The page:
Perform a small scientific experiment today. See how many times you come into contact with a box, be it your laptop computer, your box of cereal, your cubicle at work (your box inside a box), your Kindle, IPad, or Nook. Try and calculate how many times a day you purposely escape into your little box. My guess is you can’t go a single hour without experiencing some kind of physical relationship with a box. That’s when you will begin to realize that no matter how much you attempt to think “outside the box,” you are doing so while steadfast grounded “inside the box.” And that's okay. The point is to strike a balance between conventional wisdom and new thinking.

If the big publishing houses want to keep up with the rent payments for their big urban boxes in New York City, it might be time for them to think outside the you-know-what. That will mean offering higher royalties for E-Books to authors, but at the same time, lowering their prices for readers. Clearly, an an almost impossibly outside the box concept for them. But it's not their fault. It cost a lot of "overhead" money to maintain a publishing house inside a big Manhattan box. But that doesn't mean the Big 6 Pubs are going away anytime soon. Nor should they. It's simply time for them to rethink their grand design, from the ground up. It's time for them to think outside the box while surviving inside the box.

Vincent Zandri is an essayist and freelance photojournalist, and the author of the recent bestsellers, The Remains, Moonlight Falls and The Innocent . His novel As Catch Can (Delacorte) was touted in two pre-publication articles by Publishers Weekly and was called “Brilliant” upon its publication by The New York Post. The Boston Herald attributed it as “The most arresting first crime novel to break into print this season.” Other novels include Godchild (Bantam/Dell) and Permanence (NPI). Translated into several languages including Japanese and the Dutch, Zandri’s novels have also been sought out by numerous major movie producers, including Heyday Productions and DreamWorks. Presently he is the author of the blogs, Dangerous Dispatches and Embedded in Africa for Russia Today TV (RT).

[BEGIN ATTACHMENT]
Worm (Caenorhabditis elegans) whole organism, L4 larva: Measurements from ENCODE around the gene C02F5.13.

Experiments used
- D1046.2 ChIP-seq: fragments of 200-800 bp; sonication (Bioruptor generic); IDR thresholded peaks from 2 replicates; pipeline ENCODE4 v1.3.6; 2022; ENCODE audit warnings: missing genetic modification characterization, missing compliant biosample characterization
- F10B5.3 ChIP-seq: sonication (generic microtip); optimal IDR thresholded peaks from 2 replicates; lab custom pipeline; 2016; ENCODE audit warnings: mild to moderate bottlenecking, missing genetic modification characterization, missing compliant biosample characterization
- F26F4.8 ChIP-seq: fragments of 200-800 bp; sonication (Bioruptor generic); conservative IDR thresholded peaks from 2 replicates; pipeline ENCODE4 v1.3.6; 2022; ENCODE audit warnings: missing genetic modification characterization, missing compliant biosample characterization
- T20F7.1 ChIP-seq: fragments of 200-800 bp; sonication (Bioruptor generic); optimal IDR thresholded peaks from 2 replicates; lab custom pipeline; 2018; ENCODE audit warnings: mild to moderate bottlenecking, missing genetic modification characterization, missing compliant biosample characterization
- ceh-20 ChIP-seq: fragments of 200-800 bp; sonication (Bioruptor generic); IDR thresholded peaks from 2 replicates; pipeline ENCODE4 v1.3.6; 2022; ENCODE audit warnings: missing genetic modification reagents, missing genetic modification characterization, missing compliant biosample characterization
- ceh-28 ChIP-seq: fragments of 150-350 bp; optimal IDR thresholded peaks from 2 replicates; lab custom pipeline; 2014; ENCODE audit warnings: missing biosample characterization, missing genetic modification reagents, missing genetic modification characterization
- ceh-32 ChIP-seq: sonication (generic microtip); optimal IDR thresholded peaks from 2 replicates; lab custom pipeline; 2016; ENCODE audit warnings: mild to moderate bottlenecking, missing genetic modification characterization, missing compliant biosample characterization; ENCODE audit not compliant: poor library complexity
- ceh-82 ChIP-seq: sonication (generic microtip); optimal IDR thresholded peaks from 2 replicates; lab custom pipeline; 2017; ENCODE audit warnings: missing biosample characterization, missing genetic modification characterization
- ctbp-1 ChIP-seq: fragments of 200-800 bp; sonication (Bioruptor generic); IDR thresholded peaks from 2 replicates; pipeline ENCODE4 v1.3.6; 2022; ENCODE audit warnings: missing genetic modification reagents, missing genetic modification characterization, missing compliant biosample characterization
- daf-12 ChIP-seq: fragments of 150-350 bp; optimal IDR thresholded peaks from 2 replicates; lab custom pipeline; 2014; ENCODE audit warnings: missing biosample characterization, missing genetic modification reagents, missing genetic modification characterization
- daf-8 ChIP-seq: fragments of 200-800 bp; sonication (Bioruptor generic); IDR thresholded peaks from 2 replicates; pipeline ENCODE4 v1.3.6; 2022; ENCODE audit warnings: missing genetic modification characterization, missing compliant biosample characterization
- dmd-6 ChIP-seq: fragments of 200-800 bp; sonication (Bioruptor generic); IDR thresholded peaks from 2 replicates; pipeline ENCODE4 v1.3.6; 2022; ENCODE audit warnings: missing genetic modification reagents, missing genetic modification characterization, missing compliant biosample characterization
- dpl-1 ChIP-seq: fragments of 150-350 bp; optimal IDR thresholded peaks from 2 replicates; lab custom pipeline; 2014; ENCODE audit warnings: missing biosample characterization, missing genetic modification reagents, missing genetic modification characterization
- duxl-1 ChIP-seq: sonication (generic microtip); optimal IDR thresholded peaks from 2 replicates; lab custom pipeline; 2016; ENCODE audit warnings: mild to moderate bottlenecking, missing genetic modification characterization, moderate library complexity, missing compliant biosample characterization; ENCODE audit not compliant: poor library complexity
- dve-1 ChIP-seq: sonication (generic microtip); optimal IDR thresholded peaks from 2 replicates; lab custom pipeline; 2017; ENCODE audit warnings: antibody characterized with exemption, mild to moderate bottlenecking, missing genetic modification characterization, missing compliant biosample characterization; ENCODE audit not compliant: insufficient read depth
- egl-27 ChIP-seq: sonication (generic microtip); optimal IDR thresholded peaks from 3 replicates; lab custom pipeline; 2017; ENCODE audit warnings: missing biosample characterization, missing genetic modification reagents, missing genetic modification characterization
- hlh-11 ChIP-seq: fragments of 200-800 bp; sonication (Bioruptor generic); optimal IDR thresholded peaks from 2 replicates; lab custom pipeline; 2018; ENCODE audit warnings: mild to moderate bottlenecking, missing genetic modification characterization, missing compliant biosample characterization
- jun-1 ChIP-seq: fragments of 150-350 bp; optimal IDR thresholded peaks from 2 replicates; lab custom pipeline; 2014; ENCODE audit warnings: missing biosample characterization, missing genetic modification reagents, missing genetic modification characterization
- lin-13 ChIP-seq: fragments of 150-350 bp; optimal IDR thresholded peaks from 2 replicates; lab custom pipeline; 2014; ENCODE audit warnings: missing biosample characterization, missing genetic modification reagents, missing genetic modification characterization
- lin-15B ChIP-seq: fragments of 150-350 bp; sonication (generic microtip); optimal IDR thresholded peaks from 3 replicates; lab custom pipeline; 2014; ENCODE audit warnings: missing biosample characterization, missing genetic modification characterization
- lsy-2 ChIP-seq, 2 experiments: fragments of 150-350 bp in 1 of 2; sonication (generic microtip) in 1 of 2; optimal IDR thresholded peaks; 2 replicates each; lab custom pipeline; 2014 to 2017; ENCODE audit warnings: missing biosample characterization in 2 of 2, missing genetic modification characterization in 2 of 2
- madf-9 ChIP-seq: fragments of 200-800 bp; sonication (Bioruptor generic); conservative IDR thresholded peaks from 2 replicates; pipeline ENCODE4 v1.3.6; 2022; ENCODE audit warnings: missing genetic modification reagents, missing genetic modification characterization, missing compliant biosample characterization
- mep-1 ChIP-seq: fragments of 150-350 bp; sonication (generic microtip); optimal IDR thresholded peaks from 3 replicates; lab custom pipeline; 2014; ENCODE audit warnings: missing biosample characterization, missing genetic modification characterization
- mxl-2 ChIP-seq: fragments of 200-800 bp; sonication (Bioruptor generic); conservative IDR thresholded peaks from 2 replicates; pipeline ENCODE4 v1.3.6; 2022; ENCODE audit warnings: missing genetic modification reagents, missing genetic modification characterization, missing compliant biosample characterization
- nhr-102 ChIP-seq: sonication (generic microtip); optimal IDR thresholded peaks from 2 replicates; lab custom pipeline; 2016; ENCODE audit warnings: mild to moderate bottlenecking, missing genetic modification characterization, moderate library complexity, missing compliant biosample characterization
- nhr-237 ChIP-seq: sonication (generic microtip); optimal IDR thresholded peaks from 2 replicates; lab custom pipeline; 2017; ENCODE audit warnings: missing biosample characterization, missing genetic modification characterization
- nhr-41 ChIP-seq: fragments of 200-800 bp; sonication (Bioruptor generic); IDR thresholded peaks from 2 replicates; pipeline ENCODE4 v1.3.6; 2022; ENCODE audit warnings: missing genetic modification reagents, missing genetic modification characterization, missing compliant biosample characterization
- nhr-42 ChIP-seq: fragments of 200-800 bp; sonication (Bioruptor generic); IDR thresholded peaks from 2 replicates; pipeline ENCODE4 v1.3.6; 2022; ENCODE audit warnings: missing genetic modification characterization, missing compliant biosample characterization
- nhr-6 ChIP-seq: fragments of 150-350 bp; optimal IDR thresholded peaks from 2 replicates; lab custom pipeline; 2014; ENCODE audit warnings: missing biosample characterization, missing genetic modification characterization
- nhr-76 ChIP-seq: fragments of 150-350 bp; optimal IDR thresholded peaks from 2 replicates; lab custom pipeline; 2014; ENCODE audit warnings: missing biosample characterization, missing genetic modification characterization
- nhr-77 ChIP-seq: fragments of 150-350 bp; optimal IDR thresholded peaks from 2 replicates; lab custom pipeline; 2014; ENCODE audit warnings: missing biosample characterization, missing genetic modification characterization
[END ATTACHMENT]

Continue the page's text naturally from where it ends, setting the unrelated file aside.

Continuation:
He also writes for other global publications, including Culture 11, Globalia and Globalspec. Zandri’s nonfiction has appeared in New York Newsday, Hudson Valley Magazine, Game and Fish Magazine and others, while his essays and short fiction have been featured in many journals including Fugue, Maryland Review and Orange Coast Magazine. He holds an M.F.A. in Writing from Vermont College and is a 2010 International Thriller Writer’s Awards panel judge. Zandri currently divides his time between New York and Europe. He is the drummer for the Albany-based punk band to Blisterz.

You can visit his website at or his blog at Connect with Vincent on Twitter at, on Facebook at and Myspace at

Wednesday, May 18, 2011

Wistful Wednesday

Murder is a Family Business: Promo and Review